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Adjusting the Saxophone Neck Octave Key

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A common problem that occurs on saxophones, especially in the hands of young students, is the octave key on the neck goes out of adjustment. A good indication that this has happened is when the notes below high A (first ledger line above the staff) won’t play. Several things can cause the octave key to go out:

  1. Too much in the corner pocket of the case where the neck often gets tossed. Forcing the neck into the cramped space can bend the octave key.
  2. The neck gets bent down, changing the relationship between the neck and octave key. In this case, the horn should be taken to the repair shop for the neck to be repaired but following these instructions may get you through a concert or rehearsal until that can happen.

How the Neck Octave Key Should Function

Finger high G (just above the staff). The neck octave key should remain closed. Lift the left hand fourth finger to play A and the neck octave key should open.

If the octave key is not behaving properly, it is usually because of one of two scenarios:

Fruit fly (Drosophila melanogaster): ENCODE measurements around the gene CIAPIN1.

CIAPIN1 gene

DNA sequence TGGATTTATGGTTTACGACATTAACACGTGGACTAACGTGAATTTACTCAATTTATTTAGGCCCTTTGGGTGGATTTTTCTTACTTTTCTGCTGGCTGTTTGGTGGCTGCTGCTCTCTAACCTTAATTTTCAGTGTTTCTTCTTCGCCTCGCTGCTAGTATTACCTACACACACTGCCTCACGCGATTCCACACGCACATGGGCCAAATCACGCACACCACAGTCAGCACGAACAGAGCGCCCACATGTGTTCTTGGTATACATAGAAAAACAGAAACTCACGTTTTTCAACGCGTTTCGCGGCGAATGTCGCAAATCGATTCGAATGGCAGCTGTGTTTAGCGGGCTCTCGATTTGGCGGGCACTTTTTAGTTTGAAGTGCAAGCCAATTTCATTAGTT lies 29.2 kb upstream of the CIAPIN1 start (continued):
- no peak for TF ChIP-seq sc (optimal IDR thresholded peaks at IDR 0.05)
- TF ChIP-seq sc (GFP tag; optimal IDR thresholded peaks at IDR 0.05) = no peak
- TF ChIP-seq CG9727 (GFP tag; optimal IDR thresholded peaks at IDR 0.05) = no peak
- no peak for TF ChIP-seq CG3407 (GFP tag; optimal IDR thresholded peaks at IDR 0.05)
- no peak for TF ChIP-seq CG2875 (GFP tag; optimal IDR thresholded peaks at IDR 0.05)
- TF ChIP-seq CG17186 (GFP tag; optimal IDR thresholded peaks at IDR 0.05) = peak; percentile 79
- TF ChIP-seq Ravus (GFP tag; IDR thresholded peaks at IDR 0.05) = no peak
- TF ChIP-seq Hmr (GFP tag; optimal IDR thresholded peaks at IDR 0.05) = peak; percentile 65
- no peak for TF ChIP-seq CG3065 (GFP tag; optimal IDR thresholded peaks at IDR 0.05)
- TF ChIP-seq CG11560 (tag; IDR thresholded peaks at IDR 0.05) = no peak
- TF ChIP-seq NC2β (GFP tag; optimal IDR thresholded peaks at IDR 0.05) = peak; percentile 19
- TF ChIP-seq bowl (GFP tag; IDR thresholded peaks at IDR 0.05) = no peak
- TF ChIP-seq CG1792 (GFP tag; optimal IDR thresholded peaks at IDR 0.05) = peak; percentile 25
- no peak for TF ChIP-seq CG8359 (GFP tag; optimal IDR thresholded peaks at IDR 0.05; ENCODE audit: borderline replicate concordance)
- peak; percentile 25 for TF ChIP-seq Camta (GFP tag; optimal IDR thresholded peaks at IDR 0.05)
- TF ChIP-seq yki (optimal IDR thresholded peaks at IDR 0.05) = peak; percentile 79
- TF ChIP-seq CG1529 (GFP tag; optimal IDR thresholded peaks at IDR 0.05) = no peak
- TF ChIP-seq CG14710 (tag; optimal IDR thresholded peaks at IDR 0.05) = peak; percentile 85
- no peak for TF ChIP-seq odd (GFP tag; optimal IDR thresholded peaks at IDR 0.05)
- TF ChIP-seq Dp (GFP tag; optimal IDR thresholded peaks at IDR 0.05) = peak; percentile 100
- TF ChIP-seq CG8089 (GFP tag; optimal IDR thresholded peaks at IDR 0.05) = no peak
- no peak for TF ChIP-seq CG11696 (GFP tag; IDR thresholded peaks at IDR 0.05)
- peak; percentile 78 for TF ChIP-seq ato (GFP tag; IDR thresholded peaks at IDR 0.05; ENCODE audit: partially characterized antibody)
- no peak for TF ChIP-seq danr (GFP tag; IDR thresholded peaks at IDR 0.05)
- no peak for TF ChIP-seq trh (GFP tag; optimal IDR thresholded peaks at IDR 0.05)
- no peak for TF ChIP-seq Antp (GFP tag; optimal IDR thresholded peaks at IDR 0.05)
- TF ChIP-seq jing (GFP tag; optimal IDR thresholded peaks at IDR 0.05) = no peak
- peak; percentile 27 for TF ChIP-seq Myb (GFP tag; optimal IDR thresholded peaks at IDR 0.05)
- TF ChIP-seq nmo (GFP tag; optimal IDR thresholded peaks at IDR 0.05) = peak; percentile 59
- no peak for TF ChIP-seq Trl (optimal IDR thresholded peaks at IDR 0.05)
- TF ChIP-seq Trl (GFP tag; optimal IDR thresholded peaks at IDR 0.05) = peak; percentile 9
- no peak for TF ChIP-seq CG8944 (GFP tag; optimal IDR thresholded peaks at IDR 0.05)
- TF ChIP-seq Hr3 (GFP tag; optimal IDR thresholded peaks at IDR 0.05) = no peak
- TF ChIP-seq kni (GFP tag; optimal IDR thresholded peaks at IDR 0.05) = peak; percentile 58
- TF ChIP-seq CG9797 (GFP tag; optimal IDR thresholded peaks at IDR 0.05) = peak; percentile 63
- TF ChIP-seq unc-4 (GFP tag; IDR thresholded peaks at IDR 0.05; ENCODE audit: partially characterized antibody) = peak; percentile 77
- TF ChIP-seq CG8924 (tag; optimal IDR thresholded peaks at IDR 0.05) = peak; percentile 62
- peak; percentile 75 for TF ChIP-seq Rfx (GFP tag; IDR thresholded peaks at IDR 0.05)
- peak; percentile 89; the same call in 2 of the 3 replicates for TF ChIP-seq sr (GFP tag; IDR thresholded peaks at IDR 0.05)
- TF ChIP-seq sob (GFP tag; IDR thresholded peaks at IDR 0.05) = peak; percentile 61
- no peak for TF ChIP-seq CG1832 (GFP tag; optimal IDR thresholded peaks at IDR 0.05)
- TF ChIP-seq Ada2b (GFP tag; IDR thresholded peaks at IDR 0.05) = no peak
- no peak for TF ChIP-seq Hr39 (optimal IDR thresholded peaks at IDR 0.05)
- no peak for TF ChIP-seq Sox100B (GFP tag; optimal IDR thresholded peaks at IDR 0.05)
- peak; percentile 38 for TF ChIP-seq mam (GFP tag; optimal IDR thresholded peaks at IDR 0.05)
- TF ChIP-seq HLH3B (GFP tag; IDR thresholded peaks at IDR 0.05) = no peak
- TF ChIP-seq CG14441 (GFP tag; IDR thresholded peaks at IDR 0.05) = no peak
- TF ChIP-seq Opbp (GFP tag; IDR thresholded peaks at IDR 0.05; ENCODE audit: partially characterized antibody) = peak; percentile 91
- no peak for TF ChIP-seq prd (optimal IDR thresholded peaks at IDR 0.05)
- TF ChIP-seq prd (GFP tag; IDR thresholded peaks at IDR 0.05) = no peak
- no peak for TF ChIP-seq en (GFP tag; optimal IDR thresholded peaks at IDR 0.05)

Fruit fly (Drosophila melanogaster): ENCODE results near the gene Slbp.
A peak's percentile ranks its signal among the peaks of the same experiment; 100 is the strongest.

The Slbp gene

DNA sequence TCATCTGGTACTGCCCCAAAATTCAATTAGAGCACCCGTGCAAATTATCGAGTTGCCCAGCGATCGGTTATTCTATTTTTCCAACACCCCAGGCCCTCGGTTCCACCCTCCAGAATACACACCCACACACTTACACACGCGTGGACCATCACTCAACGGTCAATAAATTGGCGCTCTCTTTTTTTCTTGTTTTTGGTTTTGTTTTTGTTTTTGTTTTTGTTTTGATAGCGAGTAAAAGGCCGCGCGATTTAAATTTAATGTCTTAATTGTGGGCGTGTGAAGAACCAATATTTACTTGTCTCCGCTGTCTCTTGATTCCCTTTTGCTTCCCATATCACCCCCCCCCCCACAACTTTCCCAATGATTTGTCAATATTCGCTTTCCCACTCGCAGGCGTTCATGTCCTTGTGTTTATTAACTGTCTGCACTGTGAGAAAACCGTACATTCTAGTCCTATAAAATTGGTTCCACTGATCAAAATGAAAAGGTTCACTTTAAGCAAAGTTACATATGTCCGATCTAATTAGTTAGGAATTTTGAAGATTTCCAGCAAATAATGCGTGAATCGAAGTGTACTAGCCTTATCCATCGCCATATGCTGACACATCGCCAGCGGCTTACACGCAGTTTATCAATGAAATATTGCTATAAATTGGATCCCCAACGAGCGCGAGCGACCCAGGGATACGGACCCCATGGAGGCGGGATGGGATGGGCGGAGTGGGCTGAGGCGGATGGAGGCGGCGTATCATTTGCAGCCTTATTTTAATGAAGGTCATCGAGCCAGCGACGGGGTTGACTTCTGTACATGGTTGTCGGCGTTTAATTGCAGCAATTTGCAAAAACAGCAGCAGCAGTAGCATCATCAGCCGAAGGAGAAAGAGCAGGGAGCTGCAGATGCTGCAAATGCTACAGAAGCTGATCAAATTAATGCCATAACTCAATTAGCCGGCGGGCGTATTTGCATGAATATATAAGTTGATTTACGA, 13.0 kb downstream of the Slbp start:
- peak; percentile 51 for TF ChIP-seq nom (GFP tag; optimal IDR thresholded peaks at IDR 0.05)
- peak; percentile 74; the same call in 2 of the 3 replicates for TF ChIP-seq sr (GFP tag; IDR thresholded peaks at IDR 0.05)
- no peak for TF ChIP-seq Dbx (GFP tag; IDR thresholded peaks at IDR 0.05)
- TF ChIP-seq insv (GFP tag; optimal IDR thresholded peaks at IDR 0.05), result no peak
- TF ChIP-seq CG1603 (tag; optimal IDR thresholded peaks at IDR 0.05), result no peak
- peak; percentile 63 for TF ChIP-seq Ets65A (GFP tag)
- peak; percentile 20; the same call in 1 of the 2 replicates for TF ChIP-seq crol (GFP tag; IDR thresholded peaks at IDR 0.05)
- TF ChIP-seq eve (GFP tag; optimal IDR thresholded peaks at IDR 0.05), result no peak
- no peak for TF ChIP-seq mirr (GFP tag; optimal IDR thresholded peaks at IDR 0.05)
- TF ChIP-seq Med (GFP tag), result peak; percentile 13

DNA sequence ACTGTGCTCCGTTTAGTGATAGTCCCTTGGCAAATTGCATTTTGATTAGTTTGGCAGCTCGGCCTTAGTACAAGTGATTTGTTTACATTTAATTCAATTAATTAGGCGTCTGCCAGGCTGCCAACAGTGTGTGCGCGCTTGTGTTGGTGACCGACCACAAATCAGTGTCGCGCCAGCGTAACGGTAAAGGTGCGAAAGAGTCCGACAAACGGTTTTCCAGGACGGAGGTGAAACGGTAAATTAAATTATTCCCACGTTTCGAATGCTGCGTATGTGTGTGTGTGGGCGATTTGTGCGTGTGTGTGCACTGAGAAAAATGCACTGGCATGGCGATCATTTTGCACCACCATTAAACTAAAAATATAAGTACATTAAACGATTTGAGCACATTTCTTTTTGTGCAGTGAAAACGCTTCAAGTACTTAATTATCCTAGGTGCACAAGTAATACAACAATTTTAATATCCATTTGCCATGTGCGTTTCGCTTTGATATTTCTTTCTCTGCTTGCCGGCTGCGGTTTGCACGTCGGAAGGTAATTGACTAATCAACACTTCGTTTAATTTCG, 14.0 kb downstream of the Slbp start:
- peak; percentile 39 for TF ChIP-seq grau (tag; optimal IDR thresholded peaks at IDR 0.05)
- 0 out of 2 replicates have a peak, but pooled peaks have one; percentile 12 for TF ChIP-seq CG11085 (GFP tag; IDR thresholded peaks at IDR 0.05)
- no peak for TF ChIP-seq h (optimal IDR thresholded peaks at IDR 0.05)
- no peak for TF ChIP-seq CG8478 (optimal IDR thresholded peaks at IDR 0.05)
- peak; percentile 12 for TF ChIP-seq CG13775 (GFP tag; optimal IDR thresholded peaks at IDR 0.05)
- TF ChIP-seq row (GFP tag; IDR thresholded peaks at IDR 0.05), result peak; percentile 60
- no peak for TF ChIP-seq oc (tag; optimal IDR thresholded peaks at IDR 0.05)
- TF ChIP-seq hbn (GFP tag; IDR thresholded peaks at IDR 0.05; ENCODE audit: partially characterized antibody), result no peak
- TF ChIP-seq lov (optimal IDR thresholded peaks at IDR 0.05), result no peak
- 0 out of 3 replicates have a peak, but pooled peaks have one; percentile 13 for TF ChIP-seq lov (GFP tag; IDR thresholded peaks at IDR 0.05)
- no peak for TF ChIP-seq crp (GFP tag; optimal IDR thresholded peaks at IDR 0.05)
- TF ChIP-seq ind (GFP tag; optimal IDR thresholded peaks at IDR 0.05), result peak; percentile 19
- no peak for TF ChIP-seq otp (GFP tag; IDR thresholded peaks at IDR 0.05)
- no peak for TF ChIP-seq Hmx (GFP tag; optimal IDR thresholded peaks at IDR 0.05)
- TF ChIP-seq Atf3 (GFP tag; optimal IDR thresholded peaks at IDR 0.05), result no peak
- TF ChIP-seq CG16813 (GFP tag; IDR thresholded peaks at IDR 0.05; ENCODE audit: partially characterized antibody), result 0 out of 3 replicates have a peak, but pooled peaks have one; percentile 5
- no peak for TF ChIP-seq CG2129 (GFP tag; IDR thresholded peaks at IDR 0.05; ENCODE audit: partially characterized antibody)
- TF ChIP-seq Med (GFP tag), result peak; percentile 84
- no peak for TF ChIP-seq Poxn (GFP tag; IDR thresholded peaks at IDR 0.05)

Octave Key Doesn’t Close for G

To remedy this problem do the following with the saxophone in playing position:

  1. Gently push down on the upper part of the octave key (the part with the pad) while pulling the bottom part of the octave key (the part that connects with the key on the body) toward you.
  2. Check by observing the octave key while fingering high G and A as above.
  3. Repeat as necessary or alternate with instructions for “Octave key doesn’t open on A” (below) until octave key opens the desired distance.

Octave Key Doesn’t Open on A

To remedy this problem do the following with the saxophone in playing position:

  1. While holding the upper portion of the octave key open, gently push the lower portion down and away from you.
  2. Check your work. If the octave key now opens on A, be sure to check that it still closes for G.

Please note that the octave system (upper and lower) on a saxophone is a complex series of mechanisms. Adjusting the octave key in the method described above may get the horn playing but complete regulation often involves additional steps such as removing lost motion, adjusting key corks, adjusting spring tensions, etc. See your local repair technician for additional regulation adjustments.